Why we complain about Whatsapp Payments and UPI
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Because people don’t like competition.
The Indian internet community is agitated over the imminent rollout of Whatsapp’s payment service, sitting atop the UPI infrastructure that NPCI maintains.Paytm head Vijay Shekhar Sharma accuses WhatsApp of unfair play, wants govt to step in
BENGALURU: Vijay Shekhar Sharma, the founder of India’s largest digital payments company Paytm, will petition the…economictimes.indiatimes.com
Accusations of favouritism, ecosystem and competition risk, and paeans to the needs of the hallowed Indian consumer are being adduced for why Whatsapp’s implementation of UPI is a negative outcome for everyone involved except Whatsapp; the feared bogeyman of Facebook always looming large over the proceedings.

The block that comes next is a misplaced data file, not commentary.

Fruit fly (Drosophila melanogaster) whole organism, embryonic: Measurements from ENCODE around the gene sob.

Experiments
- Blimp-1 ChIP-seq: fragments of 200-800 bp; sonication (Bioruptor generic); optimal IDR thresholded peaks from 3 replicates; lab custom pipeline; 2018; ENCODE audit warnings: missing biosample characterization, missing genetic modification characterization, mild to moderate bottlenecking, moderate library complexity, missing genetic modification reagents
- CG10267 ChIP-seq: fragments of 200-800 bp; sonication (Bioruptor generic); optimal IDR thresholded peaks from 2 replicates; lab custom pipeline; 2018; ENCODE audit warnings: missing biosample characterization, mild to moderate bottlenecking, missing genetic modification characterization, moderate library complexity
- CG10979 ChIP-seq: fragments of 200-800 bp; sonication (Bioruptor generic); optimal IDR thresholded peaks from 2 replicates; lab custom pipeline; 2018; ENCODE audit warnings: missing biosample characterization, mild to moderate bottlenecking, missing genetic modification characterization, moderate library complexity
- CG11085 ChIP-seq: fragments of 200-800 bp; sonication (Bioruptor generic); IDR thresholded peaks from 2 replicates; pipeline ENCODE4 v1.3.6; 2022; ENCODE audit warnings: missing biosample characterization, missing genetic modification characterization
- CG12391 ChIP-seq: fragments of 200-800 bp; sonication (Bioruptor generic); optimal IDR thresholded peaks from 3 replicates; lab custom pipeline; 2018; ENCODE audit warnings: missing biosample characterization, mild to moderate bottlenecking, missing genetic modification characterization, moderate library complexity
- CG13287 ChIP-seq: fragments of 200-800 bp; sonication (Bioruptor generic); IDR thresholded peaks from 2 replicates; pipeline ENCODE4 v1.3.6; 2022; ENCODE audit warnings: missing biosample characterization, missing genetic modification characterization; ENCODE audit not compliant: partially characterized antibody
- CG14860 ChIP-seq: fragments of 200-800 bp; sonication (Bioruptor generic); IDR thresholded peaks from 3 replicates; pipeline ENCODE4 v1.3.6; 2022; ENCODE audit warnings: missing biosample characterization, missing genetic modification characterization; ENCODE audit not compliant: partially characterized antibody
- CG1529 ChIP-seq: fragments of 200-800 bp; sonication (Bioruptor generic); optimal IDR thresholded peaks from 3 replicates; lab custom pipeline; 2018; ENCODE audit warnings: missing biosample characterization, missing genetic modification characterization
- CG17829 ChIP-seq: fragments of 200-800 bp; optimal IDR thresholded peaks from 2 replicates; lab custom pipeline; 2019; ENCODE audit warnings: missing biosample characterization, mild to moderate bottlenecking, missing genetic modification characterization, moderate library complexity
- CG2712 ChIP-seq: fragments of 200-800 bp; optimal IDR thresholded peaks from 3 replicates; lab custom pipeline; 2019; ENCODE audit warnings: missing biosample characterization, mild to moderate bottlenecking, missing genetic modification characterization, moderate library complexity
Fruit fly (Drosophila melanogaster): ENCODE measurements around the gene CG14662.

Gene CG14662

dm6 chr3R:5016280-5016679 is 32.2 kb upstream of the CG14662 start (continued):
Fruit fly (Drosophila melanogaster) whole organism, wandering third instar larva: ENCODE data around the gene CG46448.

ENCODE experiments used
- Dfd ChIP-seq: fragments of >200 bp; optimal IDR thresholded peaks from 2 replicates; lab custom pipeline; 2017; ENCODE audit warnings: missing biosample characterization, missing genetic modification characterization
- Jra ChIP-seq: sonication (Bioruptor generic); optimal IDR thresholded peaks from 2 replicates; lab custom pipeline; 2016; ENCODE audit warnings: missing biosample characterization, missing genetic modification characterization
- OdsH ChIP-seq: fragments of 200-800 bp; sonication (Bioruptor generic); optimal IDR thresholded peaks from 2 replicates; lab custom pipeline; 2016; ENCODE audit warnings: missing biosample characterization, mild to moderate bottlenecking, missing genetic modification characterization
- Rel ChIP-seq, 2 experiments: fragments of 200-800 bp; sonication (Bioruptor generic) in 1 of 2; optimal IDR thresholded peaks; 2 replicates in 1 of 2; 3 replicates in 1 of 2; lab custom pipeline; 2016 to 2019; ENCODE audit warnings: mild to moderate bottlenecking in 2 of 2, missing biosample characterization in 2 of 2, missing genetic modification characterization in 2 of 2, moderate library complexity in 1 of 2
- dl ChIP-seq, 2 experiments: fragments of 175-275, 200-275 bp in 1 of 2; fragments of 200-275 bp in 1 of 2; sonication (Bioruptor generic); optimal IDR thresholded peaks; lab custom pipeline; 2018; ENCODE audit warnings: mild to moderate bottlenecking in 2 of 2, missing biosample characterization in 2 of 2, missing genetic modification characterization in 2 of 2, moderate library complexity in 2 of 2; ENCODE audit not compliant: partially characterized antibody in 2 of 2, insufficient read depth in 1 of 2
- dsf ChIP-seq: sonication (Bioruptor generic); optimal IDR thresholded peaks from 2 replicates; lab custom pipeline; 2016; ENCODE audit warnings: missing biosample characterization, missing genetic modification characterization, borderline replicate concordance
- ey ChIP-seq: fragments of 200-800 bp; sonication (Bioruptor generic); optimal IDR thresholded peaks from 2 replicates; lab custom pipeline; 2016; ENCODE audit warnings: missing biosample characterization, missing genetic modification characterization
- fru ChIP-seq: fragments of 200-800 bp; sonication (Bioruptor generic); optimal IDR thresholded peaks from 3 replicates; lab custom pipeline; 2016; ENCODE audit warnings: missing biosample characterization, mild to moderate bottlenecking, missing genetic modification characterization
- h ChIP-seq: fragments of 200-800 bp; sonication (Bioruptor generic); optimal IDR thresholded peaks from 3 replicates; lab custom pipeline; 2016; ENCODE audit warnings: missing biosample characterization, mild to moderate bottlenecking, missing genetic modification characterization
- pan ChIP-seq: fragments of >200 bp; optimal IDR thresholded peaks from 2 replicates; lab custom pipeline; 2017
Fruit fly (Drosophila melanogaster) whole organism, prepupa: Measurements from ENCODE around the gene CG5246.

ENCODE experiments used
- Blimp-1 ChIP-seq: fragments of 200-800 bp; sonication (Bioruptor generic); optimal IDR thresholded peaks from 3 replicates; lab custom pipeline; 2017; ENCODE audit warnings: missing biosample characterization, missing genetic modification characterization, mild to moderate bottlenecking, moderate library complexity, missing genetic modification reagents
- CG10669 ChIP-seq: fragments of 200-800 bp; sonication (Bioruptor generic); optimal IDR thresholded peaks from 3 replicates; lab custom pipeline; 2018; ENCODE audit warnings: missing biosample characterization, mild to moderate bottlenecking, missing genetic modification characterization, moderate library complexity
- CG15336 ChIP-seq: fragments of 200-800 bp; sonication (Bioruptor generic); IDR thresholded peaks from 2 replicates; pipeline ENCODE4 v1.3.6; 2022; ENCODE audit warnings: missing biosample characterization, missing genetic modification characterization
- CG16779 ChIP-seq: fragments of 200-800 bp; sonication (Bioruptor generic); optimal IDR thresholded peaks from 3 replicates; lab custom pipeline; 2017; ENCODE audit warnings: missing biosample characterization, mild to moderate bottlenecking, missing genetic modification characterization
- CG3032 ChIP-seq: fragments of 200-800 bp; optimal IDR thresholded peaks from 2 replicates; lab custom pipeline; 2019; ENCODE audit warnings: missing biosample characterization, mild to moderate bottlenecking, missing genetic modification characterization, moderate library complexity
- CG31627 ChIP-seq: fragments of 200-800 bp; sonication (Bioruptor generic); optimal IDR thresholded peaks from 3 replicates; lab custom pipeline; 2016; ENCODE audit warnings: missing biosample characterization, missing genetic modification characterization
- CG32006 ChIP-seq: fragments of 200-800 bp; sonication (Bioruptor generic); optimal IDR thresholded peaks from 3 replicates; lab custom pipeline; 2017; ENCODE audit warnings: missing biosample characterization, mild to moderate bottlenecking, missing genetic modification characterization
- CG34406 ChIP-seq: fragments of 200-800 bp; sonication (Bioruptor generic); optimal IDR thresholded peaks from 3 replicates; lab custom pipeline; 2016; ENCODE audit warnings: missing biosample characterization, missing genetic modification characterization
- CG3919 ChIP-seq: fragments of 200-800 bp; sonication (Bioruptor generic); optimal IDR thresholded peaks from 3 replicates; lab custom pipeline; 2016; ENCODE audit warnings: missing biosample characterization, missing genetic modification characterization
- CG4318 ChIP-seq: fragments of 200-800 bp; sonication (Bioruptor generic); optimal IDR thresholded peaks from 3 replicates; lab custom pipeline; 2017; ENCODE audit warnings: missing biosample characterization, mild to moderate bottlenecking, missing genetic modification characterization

Leaving aside the question of partial treatment, the argument about market size, competition, and consumer benefit is dubious.
For one, UPI handles don’t matter, other than as a focal point (a sort of schelling point) to send money and receive money. The real goal is for you to be able to send and receive money in your underlying bank account. The bank account is what matters, the handle is an instrument to facilitate that, like an email address.
Guess what’s easier for everyone to find and use than 323aef@icici?
Your Whatsapp account, tied to your phone number.
This is a step function improvement in UX.
Trust me, I’ve been using Whatsapp payments non-stop this week.
Somehow this harms competition and in some nebulous way — consumer welfare—by letting go of “interoperability”.
This is wrong.
The correct question is interoperability at what level?
The point of P2P payments is for money to move easily. The container/application layer is just a medium to facilitate this easily.
Interoperability at the application layer, via allowing UPI handles, is a good idea when all containers of value, ie wallets or bank accounts, are fragmented, i.e., potential customers are all over. This creates a network, and the network creates tremendous payment volume.